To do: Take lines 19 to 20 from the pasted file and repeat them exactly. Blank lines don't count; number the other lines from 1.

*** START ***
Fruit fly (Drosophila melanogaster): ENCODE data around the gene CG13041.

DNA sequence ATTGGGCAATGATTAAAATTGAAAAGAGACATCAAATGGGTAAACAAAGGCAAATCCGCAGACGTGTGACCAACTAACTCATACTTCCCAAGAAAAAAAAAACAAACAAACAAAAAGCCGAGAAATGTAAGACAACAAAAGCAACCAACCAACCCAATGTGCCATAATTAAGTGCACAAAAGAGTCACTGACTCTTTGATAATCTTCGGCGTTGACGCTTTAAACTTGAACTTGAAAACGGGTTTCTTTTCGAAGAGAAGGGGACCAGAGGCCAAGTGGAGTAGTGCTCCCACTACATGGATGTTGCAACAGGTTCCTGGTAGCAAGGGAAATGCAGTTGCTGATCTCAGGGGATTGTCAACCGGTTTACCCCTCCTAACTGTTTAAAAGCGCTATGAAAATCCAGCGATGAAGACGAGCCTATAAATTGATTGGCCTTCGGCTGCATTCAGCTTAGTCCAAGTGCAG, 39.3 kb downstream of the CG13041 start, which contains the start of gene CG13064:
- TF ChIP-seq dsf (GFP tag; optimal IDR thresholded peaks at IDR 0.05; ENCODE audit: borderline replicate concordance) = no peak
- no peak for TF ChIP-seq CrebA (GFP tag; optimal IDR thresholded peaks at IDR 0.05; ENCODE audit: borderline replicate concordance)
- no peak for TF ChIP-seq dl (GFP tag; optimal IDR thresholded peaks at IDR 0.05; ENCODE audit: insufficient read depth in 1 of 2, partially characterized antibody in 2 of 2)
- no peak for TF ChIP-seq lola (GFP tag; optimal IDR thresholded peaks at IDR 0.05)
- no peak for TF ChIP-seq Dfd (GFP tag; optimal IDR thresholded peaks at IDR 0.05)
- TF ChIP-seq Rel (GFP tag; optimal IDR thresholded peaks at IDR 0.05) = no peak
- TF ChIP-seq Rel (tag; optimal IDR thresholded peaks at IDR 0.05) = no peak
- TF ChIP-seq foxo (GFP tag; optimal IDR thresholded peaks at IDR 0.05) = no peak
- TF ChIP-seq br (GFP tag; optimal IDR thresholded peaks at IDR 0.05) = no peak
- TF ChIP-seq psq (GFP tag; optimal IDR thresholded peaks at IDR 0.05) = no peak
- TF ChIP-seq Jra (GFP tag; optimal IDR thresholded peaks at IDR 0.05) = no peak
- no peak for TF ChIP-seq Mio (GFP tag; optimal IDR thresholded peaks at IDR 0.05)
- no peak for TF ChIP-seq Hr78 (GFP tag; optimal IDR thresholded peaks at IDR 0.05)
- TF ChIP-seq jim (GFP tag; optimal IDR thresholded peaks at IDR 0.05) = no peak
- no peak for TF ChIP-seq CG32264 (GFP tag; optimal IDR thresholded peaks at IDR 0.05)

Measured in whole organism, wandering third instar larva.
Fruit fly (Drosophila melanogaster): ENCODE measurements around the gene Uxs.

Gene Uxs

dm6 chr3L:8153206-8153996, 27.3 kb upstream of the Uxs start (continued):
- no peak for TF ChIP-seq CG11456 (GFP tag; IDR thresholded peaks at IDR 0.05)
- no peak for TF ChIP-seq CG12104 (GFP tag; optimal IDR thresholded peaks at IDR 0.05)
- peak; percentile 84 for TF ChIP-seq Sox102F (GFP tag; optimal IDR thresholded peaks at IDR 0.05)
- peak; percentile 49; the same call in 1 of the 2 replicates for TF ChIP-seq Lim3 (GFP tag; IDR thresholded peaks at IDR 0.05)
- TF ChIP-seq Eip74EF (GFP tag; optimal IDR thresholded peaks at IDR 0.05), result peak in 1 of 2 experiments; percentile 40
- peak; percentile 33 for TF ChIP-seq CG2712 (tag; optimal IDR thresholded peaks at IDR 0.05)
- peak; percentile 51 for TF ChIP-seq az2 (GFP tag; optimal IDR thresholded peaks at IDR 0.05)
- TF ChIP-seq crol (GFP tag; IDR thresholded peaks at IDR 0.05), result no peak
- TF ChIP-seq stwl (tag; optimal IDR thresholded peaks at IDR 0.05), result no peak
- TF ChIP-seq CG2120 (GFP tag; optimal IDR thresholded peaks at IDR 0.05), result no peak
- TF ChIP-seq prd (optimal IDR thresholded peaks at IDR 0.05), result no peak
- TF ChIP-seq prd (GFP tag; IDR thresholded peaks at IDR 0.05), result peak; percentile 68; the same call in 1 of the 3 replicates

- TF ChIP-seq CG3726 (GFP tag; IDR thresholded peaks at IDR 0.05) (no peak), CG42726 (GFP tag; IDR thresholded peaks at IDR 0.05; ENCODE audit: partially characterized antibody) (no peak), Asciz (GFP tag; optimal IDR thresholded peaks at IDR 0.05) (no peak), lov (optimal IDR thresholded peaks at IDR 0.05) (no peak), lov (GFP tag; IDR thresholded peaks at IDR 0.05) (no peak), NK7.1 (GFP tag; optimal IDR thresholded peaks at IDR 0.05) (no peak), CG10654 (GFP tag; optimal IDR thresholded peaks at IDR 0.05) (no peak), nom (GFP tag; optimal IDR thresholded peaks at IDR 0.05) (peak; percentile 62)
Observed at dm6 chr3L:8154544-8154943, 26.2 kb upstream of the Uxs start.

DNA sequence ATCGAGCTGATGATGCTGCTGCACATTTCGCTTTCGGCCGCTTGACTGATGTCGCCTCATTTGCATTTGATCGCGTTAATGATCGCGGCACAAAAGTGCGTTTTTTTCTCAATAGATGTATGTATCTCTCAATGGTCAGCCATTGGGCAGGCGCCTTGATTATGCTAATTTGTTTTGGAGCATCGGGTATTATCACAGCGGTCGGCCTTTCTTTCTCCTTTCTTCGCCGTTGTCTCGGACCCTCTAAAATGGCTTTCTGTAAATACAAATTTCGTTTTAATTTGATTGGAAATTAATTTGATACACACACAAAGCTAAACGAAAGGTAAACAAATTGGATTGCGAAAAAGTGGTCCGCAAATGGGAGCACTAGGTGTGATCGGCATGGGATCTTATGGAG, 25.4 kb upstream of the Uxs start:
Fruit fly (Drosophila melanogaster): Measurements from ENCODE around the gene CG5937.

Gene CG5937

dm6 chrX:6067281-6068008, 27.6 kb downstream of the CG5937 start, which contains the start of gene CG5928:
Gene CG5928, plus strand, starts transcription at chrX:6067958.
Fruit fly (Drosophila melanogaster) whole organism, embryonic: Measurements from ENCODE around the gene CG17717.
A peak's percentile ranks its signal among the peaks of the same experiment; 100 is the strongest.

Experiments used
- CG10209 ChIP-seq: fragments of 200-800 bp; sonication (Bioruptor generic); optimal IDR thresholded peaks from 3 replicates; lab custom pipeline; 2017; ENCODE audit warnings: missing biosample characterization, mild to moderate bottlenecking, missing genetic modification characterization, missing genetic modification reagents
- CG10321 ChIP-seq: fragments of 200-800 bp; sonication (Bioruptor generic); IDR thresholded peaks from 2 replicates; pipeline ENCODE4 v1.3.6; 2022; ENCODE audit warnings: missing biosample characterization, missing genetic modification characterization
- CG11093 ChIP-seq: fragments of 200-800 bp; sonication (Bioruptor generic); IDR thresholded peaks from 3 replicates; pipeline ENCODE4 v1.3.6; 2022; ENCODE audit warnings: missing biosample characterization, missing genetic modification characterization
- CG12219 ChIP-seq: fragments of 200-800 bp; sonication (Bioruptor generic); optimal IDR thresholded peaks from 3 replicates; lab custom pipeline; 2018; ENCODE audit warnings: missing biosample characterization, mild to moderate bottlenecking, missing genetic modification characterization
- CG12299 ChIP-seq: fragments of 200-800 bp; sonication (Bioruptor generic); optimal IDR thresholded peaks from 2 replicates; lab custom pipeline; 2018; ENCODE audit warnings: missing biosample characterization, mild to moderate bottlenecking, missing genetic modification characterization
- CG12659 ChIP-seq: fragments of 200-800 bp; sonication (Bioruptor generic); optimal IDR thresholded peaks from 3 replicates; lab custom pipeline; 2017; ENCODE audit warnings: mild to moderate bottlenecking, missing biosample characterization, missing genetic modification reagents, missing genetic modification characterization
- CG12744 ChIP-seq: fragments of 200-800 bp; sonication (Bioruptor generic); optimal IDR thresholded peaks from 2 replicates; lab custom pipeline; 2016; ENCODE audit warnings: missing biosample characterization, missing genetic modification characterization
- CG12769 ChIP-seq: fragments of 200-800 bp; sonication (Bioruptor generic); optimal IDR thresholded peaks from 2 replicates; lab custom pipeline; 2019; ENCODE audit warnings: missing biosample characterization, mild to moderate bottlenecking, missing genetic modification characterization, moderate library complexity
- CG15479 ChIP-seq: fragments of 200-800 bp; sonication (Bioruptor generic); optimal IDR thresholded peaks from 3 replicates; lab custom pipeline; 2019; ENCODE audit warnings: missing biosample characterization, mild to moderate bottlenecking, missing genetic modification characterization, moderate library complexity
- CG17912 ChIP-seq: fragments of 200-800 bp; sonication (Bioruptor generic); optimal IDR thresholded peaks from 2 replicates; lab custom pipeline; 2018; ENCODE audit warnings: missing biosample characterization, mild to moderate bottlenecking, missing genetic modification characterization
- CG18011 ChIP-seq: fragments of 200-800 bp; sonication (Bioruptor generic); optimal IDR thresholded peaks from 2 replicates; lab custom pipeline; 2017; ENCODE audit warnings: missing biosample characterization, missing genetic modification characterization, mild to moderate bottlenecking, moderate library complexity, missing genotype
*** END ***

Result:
Fruit fly (Drosophila melanogaster): ENCODE measurements around the gene Uxs.

Gene Uxs